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Population Ecology I. Attributes II.Distribution III. Population Growth – changes in size through time IV. Species Interactions V. Dynamics of Consumer-Resource.

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Presentation on theme: "Population Ecology I. Attributes II.Distribution III. Population Growth – changes in size through time IV. Species Interactions V. Dynamics of Consumer-Resource."— Presentation transcript:

1 Population Ecology I. Attributes II.Distribution III. Population Growth – changes in size through time IV. Species Interactions V. Dynamics of Consumer-Resource Interactions VI. Competition VII. Mutualisms

2 Trophic Mutualisms – help one another get nutrients

3 1-Esophagus 2-Stomach 3-Small Intestine 4-Cecum (large intestine) - F 5-Colon (large intestine) 6-Rectum Low efficiency - high throughput...

4 Trophic Mutualisms – help one another get nutrients

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15 Defensive Mutualisms – Trade protection for food

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17 Acacia and Acacia ants Defensive Mutualisms – Trade protection for food

18 Induced and Constitutive Defenses in Acacia. The species in the right-hand column have mutualistic relationships with ant species - the ants nest in the thorns. Those on the left can attract ants with extra-floral nectary secretions, but the ants do not nest. The Acacia species on the left increase their nectar secretions after damage, inducing wandering ants to come visit and stay a while. The species on the right have to support the ant colonies all the time, and nectar production is uniformly high and unaffected by damage.

19 Induced and Constitutive Defenses in Acacia. The species in the right-hand column have mutualistic relationships with ant species - the ants nest in the thorns. Those on the left can attract ants with extra-floral nectary secretions, but the ants do not nest. The Acacia species on the left increase their nectar secretions after damage, inducing wandering ants to come visit and stay a while. The species on the right have to support the ant colonies all the time, and nectar production is uniformly high and unaffected by damage. WHICH CAME FIRST??

20 Induced and Constitutive Defenses in Acacia. Induced defenses first, then the obligate relationship evolved…

21 Fig. 1. Rewards produced in the presence (white bars) and absence (gray bars) of large herbivores by A. drepanolobium occupied by different species of Acacia ants. Ant species' abbreviations are indicated as: Cs, C. sjostedti; Cm, C. mimosae; Cn, C. nigriceps; Tp, T. penzigi. Todd M. Palmer, Maureen L. Stanton, Truman P. Young, Jacob R. Goheen, Robert M. Pringle, Richard Karban Breakdown of an Ant-Plant Mutualism Follows the Loss of Large Herbivores from an African Savanna. Science 319:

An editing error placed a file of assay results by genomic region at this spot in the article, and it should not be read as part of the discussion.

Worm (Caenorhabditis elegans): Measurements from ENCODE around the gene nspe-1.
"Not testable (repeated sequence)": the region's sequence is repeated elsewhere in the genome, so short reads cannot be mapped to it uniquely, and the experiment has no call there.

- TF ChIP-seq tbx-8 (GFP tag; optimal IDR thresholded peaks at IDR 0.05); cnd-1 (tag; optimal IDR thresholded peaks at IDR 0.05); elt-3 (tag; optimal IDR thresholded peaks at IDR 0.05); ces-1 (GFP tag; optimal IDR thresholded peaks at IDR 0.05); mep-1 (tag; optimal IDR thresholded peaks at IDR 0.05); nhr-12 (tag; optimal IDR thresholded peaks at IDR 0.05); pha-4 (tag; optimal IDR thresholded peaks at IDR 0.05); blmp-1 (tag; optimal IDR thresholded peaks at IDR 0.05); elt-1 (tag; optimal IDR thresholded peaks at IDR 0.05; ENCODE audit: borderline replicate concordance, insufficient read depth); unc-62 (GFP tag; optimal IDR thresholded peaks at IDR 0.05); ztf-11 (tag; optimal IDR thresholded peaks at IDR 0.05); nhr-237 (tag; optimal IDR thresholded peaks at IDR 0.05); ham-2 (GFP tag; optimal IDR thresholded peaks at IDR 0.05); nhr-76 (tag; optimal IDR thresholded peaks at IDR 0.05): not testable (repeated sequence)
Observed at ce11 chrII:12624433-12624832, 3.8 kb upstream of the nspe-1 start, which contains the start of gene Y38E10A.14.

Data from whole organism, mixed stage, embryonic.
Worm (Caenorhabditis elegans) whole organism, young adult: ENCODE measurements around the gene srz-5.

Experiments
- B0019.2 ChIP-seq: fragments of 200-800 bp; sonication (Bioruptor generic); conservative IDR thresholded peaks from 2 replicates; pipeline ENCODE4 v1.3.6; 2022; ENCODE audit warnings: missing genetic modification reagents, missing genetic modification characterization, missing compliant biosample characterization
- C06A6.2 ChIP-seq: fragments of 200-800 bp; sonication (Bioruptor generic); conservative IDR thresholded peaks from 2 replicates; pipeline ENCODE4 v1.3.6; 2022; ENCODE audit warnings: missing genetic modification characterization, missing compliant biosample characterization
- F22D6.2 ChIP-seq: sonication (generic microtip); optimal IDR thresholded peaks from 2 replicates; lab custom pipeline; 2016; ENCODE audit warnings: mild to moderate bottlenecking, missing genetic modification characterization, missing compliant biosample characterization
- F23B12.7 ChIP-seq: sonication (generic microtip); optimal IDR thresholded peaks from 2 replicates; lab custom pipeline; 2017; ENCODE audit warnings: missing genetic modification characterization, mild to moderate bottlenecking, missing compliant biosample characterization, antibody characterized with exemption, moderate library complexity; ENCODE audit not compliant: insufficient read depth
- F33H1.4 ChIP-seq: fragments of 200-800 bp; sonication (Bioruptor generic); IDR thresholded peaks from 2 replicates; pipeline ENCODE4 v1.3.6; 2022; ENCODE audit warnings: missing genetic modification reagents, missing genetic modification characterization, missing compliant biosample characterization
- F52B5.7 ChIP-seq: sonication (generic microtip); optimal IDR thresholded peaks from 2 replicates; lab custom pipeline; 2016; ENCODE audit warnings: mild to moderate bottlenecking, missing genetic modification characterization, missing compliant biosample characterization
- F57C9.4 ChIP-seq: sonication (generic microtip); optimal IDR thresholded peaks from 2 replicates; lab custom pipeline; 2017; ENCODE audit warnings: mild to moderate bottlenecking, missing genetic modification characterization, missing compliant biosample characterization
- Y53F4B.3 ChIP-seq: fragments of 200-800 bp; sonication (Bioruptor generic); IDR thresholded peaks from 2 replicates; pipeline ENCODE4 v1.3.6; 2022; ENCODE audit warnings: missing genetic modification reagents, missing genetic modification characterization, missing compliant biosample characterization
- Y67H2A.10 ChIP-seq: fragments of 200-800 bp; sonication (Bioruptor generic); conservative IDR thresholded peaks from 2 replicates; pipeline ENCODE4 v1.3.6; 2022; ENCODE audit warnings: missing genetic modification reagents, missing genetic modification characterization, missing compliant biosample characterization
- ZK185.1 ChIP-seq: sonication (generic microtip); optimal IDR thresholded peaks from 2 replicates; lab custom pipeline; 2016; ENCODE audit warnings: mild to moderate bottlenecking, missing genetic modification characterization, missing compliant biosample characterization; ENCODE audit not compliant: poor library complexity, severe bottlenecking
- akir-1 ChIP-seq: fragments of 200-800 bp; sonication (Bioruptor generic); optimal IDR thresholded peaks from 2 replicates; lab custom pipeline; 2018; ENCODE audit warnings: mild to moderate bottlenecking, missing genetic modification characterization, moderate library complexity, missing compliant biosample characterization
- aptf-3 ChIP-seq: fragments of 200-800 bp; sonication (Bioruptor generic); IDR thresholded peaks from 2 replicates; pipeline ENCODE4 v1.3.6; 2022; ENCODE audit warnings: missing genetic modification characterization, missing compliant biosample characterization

22 Fig. 2. The proportion of host trees occupied by the four Acacia-ant species in the presence of large herbivores (white bars) and in plots from which large herbivores had been excluded (gray bars) for 10 years.

23 Todd M. Palmer, Maureen L. Stanton, Truman P. Young, Jacob R. Goheen, Robert M. Pringle, Richard Karban Breakdown of an Ant-Plant Mutualism Follows the Loss of Large Herbivores from an African Savanna. Science 319: Fig. 3. Average annual growth (white bars ± SEM) and cumulative mortality (gray bars) for host trees occupied by the four Acacia-ant species over an 8-year observation period. Average annual growth increments were calculated for trees continuously occupied over an 8-year period by each ant species, with n = 158, 192, 162, and 75 for trees occupied by C. sjostedti, C. mimosae, C. nigriceps, and T. penzigi, respectively.

24 “Our results indicate that the large herbivores typical of African savannas have driven the evolution and maintenance of a widespread ant-Acacia mutualism and that their experimentally simulated extinction rapidly tips the scales away from mutualism and toward a suite of antagonistic behaviors by the interacting species. Browsing by large herbivores induces greater production of nectary and domatia rewards by trees, and these rewards in turn influence both the behavior of a specialized, mutualistic ant symbiont and the outcome of competition between this mutualist and a non-obligate host-plant parasite. Where herbivores are present, the carbohydrate subsidy provided by host trees plays a key role in the dominance of the strongly mutualistic C. mimosae, which is consistent with the hypothesis that plant exudates fuel dominance of canopy ant species that are specialized users of these abundant resources (28). In the absence of large herbivores, reduction in host-tree rewards to ant associates results in a breakdown in this mutualism, which has strong negative consequences for Acacia growth and survival. Ongoing anthropogenic loss of large herbivores throughout Africa (29, 30) may therefore have strong and unanticipated consequences for the broader communities in which these herbivores occur.” Todd M. Palmer, Maureen L. Stanton, Truman P. Young, Jacob R. Goheen, Robert M. Pringle, Richard Karban Breakdown of an Ant-Plant Mutualism Follows the Loss of Large Herbivores from an African Savanna. Science 319:

25 Defensive Mutualisms – Trade protection for food

26 Cleaning Mutualisms – Trade cleaning for food

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28 And watched cleaners cheat less. Fish visit non-cheating cleaners more

29 Dispersive Mutualisms – Trade dispersal for food

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33 Not mutualism (commensal or parasitic)


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